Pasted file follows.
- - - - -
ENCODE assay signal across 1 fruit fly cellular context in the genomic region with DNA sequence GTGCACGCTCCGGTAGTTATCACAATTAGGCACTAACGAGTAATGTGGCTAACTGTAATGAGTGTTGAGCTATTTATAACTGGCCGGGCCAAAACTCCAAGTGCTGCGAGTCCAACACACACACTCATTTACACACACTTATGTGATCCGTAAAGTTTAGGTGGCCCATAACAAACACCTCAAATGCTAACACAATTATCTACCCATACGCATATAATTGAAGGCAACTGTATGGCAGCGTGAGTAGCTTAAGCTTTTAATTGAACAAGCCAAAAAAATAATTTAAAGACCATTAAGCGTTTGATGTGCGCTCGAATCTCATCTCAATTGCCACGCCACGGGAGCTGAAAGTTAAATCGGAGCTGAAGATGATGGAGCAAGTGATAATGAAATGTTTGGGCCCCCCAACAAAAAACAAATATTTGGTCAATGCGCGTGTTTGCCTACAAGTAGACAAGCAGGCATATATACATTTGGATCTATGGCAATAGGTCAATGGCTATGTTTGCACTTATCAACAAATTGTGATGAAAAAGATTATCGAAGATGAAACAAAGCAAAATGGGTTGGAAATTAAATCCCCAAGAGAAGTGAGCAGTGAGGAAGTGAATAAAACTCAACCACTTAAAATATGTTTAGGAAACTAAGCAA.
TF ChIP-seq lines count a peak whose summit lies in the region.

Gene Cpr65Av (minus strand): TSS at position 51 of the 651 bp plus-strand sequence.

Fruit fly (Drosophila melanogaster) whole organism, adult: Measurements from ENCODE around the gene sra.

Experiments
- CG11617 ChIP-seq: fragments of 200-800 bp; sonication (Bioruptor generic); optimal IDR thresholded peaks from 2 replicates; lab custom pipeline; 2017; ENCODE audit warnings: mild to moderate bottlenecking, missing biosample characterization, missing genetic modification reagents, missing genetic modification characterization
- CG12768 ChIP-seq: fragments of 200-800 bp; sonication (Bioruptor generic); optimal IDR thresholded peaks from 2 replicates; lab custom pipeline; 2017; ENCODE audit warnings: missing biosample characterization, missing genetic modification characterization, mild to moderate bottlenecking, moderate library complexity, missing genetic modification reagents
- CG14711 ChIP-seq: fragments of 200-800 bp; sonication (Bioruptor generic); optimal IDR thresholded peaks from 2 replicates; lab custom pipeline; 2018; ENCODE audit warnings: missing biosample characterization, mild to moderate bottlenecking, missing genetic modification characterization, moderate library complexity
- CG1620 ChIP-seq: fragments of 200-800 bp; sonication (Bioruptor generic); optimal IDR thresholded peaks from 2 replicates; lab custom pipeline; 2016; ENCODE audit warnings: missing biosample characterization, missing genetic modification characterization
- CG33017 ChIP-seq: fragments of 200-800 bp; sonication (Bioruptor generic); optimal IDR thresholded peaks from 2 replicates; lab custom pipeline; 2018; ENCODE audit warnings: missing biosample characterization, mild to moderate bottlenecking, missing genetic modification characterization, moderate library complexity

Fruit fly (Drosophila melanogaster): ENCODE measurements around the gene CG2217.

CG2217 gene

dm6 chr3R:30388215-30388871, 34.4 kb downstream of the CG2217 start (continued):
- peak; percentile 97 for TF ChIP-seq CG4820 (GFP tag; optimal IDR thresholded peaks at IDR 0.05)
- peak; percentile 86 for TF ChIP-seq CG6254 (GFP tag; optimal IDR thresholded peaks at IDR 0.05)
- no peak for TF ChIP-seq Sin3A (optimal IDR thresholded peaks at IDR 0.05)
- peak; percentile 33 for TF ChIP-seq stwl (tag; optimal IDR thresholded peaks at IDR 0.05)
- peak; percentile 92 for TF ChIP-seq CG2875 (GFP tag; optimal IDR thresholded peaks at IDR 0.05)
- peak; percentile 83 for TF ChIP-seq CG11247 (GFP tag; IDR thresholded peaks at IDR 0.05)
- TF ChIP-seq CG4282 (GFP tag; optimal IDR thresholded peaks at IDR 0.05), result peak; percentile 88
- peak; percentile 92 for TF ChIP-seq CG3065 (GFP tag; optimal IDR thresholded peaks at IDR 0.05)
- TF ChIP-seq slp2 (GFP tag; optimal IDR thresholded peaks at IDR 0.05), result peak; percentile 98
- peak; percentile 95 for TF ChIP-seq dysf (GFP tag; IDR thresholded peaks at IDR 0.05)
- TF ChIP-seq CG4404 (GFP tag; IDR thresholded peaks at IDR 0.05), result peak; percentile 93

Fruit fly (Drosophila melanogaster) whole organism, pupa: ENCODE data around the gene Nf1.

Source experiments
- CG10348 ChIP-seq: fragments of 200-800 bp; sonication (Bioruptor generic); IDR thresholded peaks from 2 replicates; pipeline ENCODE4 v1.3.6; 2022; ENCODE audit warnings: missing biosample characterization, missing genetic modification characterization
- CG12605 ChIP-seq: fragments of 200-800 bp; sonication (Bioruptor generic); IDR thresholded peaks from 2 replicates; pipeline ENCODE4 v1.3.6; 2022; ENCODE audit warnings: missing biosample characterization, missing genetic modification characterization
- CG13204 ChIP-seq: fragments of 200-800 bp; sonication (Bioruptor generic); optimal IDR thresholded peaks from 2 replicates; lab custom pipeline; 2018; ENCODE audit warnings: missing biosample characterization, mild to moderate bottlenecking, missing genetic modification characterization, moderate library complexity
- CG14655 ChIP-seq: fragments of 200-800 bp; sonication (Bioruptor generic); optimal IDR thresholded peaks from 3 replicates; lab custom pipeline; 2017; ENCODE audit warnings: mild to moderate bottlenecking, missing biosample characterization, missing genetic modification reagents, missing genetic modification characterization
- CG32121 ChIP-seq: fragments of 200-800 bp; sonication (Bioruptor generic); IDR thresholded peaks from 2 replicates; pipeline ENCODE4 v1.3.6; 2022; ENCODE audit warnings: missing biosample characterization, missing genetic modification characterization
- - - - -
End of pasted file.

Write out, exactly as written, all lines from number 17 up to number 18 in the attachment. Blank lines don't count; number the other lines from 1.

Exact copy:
- peak; percentile 33 for TF ChIP-seq stwl (tag; optimal IDR thresholded peaks at IDR 0.05)
- peak; percentile 92 for TF ChIP-seq CG2875 (GFP tag; optimal IDR thresholded peaks at IDR 0.05)